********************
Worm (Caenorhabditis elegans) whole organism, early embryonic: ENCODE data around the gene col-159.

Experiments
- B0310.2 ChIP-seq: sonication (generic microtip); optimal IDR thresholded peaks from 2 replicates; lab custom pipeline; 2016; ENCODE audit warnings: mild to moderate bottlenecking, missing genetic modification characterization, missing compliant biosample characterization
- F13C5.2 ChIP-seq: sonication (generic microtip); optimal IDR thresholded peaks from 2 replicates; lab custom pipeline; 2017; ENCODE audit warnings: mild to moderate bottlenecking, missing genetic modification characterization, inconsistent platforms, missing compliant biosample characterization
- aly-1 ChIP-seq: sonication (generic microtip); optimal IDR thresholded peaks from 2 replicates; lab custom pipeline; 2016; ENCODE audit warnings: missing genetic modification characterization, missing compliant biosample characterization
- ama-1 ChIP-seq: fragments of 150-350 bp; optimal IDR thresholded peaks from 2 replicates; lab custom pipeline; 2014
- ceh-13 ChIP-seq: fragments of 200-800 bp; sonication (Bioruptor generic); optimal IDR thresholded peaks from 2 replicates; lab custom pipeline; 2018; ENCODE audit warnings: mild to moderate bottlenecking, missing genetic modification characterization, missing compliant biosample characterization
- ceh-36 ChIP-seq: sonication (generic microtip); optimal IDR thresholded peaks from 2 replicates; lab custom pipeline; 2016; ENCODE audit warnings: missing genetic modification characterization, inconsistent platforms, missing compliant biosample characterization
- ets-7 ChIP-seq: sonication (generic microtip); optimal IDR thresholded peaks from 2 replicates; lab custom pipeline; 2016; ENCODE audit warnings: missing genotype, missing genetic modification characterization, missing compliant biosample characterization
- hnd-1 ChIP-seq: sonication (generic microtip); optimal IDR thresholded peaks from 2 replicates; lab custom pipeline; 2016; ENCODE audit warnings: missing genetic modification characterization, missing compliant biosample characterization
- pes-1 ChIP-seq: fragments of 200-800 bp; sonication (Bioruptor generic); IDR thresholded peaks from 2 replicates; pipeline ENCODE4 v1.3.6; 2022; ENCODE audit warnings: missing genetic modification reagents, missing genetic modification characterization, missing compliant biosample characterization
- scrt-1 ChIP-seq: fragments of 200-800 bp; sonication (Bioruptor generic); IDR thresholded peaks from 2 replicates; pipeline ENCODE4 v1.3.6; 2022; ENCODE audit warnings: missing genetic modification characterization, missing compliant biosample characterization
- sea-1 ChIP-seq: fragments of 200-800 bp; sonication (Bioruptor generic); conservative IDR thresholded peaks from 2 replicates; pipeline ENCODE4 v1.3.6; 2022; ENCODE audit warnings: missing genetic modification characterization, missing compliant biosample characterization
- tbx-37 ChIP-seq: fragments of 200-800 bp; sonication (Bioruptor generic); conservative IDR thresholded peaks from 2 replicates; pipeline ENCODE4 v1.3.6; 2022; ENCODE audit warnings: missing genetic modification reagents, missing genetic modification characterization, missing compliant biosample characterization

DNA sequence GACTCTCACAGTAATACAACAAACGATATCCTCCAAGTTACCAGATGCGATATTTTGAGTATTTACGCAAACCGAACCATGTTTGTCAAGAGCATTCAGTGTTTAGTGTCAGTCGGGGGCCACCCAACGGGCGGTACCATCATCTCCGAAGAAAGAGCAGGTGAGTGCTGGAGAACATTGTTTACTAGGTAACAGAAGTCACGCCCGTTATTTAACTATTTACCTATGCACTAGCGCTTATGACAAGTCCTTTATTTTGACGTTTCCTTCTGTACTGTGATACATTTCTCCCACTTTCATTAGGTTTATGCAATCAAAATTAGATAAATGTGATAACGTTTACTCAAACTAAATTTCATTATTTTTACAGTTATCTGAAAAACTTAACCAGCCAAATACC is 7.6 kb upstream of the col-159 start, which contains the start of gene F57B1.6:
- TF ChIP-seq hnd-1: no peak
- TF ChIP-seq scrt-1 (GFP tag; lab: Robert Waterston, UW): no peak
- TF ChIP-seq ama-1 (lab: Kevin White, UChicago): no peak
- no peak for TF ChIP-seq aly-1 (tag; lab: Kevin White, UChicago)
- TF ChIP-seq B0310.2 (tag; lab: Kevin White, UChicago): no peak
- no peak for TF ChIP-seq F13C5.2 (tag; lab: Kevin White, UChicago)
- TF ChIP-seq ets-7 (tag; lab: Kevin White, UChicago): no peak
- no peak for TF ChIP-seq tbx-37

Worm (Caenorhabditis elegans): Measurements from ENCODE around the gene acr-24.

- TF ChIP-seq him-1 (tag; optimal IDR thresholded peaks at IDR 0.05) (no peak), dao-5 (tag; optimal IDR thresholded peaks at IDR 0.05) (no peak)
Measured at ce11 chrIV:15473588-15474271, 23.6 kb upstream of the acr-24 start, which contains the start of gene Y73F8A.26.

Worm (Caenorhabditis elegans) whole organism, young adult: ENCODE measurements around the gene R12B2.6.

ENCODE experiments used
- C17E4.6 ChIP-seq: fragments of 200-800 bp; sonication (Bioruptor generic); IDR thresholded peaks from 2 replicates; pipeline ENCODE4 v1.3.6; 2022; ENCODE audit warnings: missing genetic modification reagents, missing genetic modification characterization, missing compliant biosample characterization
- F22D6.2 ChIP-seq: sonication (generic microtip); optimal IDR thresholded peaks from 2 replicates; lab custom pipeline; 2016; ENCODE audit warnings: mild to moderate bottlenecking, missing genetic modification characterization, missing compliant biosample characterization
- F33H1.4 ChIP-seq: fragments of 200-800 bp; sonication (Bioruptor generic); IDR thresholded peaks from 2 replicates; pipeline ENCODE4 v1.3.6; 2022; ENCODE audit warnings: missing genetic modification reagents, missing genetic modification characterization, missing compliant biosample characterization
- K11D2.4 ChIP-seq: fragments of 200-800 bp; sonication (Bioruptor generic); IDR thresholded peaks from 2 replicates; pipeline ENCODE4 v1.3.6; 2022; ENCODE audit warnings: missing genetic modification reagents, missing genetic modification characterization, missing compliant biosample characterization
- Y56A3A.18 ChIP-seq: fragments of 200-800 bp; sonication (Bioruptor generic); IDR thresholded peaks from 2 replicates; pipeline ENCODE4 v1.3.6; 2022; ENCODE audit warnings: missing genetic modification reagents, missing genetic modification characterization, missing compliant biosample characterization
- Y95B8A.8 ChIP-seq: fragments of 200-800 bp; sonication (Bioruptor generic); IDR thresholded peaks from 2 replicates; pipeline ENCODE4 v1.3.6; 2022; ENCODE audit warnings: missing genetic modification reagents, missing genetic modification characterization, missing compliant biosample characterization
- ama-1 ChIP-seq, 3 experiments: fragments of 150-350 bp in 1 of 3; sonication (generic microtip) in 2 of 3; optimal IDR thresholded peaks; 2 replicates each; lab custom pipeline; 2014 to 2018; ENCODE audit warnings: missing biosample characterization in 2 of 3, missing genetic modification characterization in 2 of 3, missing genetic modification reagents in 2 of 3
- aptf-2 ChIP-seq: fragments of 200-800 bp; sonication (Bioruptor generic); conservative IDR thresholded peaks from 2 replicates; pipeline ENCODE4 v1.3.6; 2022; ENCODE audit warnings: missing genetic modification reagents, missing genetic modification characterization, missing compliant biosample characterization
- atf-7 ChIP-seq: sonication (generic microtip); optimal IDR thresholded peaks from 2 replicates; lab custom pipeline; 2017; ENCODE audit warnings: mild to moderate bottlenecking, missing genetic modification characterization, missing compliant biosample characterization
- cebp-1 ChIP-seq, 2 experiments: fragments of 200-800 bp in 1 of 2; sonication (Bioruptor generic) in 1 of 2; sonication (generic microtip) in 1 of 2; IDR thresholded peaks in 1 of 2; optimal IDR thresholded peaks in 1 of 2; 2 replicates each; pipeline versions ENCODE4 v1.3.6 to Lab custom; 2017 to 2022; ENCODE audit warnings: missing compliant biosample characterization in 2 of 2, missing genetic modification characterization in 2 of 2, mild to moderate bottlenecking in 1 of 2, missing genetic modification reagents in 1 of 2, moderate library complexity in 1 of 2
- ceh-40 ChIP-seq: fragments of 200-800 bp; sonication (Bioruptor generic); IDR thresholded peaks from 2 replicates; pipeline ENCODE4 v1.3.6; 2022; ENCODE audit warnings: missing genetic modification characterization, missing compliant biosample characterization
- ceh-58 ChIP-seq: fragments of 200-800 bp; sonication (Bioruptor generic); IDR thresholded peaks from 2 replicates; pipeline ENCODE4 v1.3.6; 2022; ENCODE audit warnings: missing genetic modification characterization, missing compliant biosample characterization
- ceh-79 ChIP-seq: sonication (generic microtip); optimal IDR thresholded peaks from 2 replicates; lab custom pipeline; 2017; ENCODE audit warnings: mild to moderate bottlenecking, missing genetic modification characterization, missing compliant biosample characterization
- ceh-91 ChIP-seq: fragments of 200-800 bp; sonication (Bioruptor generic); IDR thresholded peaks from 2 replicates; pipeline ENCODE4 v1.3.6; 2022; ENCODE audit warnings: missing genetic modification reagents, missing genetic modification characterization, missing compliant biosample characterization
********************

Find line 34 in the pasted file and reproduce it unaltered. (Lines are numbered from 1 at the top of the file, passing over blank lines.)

- Y95B8A.8 ChIP-seq: fragments of 200-800 bp; sonication (Bioruptor generic); IDR thresholded peaks from 2 replicates; pipeline ENCODE4 v1.3.6; 2022; ENCODE audit warnings: missing genetic modification reagents, missing genetic modification characterization, missing compliant biosample characterization